Torture and death in America’s prisons

15 July 2014

Viewed from the high-rise multi-million-dollar apartments lining the South side of New York’s Central Park, colloquially referred to as Billionaires’ Row, Rikers Island looms just over the East River. The sprawling island prison complex, which warehouses over 12,000 inmates in squalor and misery, lies between Manhattan, home to a fifth of America’s billionaires, and the Bronx, where half of all children live in households that do not have enough to eat.

“There’s lots of brutality… Horrible brutality,” the former director of mental health services at Rikers told the New York Times. On Monday, the newspaper reported, based on a review of internal prison documents, that over a single eleven-month period, 129 inmates were beaten so severely by prison guards that their injuries were “beyond the capacity of doctors at the jail’s clinics to treat.” In four out of five cases, the prisoners were beaten after they had been handcuffed.

The Times article describes blood-splattered examination room walls and inmates bound and beaten unconscious with brass knuckles, even as medical staff begged the guards to stop. This is not happening in some remote “third world” dictatorship, but in the financial center of world capitalism. All the brutality of class relations in America, where an oligarchy of a few tens of thousands gorges itself while condemning millions to misery, is expressed in America’s teeming prisons.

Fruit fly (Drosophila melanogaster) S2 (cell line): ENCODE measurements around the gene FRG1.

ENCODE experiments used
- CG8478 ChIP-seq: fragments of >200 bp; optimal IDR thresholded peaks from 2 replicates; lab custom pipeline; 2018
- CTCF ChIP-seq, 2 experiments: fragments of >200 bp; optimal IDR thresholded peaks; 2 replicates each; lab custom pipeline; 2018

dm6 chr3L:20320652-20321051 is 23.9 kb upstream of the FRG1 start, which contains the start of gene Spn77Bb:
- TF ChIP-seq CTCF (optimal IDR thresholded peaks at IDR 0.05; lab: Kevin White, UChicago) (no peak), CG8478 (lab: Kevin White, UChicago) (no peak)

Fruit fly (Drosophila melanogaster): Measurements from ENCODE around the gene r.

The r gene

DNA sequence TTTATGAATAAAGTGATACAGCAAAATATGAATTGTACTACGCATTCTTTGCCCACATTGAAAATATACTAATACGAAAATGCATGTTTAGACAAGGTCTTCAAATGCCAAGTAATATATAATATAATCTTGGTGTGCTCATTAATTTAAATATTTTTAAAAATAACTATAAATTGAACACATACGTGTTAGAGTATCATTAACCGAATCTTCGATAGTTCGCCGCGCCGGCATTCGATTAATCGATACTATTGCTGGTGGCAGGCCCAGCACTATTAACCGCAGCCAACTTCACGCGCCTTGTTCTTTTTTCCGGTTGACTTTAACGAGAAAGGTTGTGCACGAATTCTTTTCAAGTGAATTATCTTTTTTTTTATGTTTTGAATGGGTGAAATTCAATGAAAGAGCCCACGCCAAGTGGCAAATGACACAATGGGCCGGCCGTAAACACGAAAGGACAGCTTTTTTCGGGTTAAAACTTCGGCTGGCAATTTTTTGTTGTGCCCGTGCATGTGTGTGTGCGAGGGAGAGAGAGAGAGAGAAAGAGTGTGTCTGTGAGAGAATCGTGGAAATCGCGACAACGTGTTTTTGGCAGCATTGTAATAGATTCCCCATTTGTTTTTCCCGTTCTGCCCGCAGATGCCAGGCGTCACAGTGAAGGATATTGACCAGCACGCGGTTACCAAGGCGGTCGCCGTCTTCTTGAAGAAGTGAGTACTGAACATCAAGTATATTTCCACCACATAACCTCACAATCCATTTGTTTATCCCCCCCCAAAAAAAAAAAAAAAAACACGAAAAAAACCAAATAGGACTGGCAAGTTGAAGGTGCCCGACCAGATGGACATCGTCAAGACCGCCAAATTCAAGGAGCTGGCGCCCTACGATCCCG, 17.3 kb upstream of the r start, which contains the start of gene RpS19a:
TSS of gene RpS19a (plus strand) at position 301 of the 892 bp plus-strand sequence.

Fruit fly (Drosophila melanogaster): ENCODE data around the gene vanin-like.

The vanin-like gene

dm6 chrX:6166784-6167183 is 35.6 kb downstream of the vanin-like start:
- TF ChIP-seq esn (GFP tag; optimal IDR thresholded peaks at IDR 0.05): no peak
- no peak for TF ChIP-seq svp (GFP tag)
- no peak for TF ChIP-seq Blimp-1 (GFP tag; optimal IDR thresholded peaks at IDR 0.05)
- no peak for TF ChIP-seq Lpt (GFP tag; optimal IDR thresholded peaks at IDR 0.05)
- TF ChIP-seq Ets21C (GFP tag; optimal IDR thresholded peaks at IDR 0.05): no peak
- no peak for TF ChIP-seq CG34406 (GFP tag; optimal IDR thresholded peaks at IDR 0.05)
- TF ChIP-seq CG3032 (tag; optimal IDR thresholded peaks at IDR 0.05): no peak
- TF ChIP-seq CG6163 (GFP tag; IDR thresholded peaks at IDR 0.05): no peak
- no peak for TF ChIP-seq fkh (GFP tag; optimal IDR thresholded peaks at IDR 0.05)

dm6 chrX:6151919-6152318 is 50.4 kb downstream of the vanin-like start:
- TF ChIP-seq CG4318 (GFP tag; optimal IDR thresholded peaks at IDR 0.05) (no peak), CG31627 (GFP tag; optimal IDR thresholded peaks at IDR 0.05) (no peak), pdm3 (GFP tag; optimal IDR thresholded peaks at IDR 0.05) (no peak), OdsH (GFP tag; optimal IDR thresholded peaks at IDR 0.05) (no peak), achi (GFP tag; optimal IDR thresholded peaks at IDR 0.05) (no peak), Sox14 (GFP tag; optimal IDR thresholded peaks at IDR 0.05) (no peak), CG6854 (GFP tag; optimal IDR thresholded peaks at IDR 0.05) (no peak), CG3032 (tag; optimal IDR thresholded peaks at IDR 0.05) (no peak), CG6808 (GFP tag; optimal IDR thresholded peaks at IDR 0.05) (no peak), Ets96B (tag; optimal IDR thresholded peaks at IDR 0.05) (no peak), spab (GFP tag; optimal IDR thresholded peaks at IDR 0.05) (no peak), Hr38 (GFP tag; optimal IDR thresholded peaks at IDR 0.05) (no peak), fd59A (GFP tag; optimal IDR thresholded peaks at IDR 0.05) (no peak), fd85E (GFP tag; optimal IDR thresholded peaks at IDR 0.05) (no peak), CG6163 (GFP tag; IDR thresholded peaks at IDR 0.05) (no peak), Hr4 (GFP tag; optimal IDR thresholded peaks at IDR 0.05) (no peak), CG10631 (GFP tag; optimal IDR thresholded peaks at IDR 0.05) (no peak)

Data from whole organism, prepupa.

Rikers Island is the rule, not the exception. Last month, the Miami Herald ran an interview with an inmate who recounted how he had been roused by guards early in the morning to clean up “large chunks of human skin” that had peeled off of Darren Rainey, a 50-year-old inmate scalded to death the previous night by guards at Miami’s Dade Correctional Institution.

The guards had turned one of the prison’s showers into a torture chamber, controlled from a nearby mop closet. They made a regular practice of locking their victims in the shower, laughing, cracking jokes, and asking, “Is it hot enough for you?”

Over the July 4th weekend, three more bodies were found in Florida state prisons under mysterious circumstances, bringing the total number of in-custody prison deaths currently under investigation in Florida to ten.

Such incidents, widespread despite being only occasionally and superficially reported in the press, make a complete mockery of America’s pretensions to being a model of democracy and defender of democratic rights around the world.

A large share of those who are killed or tortured in US prisons are mentally ill or handicapped. According to one BBC investigation, “More than 80 people with mental health problems have died as a result of abuse or neglect in US jails since 2003.”

The report notes that there are more than a million people with mental health problems in US prisons. Due in part to reduced government funding for mental health, correctional facilities hold up to 95 percent of the institutionalized mentally ill population in the United States.

Conditions are emerging in America reminiscent of the debtors’ prisons of Dickensian England. Last month, a 55-year-old mother of seven died in prison while serving a two-day sentence for failing to pay truancy fines imposed because her children missed too many days of school. She was one of tens of thousands of poor people who are put in jail for failing to pay fines or other court costs.